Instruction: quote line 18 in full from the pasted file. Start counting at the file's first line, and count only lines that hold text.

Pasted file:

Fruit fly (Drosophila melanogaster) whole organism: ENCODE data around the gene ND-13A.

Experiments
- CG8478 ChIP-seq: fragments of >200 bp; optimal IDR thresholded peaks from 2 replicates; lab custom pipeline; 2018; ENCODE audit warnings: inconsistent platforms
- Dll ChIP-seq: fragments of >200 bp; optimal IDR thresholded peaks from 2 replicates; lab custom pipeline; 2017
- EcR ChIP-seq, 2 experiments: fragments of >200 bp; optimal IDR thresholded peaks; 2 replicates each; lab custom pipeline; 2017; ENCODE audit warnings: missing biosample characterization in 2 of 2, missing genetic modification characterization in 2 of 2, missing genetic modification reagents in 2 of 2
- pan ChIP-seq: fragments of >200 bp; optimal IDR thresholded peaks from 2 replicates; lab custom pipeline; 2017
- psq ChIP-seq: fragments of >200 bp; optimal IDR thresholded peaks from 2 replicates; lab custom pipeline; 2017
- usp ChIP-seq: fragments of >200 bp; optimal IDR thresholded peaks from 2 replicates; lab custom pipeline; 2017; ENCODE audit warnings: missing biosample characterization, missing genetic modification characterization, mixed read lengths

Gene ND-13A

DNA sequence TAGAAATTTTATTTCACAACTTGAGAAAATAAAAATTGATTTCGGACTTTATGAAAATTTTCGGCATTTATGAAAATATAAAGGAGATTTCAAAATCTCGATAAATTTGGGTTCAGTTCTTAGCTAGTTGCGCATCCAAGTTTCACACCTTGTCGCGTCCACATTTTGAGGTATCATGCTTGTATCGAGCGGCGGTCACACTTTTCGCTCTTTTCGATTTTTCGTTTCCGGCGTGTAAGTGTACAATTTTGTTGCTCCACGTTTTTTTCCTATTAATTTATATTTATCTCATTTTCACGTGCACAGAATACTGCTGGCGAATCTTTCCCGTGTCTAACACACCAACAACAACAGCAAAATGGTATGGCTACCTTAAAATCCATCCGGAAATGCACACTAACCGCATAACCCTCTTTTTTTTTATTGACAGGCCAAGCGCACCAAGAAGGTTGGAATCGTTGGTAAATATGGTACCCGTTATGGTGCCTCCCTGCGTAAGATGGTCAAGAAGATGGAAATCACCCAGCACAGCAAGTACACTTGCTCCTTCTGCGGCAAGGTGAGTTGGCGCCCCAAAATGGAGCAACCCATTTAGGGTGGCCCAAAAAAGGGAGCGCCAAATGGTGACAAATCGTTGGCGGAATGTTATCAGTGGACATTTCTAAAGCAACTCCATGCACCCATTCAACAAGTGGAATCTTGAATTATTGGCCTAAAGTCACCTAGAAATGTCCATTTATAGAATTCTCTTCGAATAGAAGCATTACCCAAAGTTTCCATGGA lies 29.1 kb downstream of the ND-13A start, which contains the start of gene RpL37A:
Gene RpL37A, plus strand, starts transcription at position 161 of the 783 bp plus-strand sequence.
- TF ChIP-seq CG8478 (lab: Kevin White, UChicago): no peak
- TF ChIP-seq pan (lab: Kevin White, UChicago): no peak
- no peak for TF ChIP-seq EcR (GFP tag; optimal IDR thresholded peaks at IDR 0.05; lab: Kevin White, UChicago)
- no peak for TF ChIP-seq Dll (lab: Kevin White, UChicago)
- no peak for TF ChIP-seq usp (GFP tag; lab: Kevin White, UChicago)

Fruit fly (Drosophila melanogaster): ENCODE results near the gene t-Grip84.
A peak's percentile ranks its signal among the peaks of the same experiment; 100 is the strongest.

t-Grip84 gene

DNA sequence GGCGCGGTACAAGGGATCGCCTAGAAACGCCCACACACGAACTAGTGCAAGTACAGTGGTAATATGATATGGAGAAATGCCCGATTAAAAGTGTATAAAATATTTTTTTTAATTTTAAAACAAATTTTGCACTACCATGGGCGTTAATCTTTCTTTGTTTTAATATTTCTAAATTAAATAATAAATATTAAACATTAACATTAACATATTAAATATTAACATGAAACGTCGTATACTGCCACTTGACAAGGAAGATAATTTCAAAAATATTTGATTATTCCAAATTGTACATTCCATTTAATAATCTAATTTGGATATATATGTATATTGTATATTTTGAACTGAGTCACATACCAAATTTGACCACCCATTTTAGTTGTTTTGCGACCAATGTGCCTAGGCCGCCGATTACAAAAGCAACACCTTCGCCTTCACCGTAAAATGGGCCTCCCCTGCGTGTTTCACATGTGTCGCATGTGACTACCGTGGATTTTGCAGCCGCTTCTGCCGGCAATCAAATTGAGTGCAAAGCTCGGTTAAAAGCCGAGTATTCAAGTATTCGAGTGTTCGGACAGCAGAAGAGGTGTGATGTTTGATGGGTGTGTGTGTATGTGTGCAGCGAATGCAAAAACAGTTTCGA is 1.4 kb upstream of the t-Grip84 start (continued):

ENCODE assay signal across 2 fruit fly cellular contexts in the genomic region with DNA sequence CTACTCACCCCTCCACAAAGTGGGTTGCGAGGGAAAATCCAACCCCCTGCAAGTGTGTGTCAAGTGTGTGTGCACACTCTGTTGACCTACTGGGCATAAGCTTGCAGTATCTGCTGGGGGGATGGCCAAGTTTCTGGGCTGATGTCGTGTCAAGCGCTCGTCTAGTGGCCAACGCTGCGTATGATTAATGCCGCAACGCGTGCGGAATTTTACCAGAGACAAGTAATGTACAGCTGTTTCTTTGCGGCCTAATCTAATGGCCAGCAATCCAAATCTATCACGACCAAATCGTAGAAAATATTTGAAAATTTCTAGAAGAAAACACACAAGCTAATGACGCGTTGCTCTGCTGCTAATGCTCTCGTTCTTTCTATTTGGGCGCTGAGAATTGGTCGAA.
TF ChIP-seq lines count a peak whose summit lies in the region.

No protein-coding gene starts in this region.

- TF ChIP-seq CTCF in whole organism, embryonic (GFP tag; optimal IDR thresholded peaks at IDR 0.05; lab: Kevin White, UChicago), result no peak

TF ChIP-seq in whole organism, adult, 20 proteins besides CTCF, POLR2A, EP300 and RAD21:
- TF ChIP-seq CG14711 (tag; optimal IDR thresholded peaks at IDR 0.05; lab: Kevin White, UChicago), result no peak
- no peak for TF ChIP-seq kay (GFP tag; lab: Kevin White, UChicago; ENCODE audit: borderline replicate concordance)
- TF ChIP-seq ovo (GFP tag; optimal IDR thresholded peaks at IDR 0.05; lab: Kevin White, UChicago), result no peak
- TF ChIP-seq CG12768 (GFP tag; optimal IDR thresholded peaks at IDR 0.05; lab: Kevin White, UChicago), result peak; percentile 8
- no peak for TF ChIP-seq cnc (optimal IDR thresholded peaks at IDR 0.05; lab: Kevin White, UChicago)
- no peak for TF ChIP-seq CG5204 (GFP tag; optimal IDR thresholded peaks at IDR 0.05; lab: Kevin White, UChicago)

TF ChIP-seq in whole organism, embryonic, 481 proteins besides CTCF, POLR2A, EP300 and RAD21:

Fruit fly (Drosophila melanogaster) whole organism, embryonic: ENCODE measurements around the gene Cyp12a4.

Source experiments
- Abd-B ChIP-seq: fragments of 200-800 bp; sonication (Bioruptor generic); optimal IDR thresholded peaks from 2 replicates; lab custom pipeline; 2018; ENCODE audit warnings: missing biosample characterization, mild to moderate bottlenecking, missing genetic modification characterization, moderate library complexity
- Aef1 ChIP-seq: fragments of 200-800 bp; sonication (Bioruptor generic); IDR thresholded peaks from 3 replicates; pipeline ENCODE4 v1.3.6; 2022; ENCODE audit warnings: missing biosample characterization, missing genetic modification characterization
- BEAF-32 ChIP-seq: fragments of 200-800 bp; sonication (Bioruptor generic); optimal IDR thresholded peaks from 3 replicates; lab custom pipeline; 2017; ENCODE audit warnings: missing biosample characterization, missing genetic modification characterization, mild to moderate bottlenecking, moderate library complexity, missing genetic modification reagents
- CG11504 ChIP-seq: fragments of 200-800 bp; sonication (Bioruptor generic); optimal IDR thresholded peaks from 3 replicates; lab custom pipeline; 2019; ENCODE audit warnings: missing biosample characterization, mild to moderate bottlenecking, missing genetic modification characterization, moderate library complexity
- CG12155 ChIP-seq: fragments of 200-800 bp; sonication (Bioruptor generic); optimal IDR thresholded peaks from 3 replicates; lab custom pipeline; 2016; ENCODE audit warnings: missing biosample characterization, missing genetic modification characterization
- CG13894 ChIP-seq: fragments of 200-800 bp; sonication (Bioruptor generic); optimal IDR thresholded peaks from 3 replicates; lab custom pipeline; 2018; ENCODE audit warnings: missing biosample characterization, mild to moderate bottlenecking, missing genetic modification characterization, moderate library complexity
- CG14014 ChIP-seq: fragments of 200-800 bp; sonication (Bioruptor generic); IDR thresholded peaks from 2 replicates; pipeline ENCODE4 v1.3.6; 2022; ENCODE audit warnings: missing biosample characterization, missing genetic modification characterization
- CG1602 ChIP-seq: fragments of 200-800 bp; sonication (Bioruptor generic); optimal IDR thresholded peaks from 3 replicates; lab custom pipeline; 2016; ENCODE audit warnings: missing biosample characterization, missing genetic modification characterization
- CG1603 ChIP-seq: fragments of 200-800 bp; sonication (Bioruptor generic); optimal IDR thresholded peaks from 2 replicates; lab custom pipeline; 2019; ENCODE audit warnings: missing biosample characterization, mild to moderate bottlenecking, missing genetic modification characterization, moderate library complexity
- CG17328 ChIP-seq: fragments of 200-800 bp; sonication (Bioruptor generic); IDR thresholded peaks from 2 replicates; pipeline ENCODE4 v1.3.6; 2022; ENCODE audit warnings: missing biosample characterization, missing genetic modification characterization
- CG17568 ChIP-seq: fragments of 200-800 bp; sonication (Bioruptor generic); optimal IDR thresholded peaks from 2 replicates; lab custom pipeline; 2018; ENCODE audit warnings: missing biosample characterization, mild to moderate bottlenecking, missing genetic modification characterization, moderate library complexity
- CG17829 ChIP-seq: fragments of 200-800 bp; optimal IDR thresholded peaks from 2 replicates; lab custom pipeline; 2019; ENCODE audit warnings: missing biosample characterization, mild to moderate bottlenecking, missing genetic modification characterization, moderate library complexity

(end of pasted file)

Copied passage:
A peak's percentile ranks its signal among the peaks of the same experiment; 100 is the strongest.